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Found 7 results

  1. Zo_rog

    Edwardian Fountain Pens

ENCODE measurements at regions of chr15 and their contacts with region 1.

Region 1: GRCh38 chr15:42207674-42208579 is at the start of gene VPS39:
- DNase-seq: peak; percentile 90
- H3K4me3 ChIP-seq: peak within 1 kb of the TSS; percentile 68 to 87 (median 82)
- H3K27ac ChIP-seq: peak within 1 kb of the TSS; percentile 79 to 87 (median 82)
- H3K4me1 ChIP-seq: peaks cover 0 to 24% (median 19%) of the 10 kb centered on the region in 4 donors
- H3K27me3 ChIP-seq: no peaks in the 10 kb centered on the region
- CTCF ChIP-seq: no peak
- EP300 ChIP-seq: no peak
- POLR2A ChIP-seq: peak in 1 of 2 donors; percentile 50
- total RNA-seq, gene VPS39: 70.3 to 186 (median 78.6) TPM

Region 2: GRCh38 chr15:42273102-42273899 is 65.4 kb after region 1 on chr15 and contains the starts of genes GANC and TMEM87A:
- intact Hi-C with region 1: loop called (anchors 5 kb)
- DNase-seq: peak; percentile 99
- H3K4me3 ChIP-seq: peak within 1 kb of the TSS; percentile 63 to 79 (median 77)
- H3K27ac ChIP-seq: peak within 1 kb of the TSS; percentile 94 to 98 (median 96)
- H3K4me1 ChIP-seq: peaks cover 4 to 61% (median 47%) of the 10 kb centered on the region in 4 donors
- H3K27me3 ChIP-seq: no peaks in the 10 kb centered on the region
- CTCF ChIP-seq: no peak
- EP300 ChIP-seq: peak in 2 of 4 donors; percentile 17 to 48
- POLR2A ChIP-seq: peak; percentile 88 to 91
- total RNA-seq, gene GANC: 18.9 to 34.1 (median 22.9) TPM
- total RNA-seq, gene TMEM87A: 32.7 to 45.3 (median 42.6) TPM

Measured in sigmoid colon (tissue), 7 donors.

I am doing a research project on Edwardian fountain pens and wondered if anyone knows of any models that were around then (1901-1910) and any pictures of them. I know Parker, Mabie Todd, and Waterman's pens were around then but I'm struggling to find specific pictures. Thanks, Zoe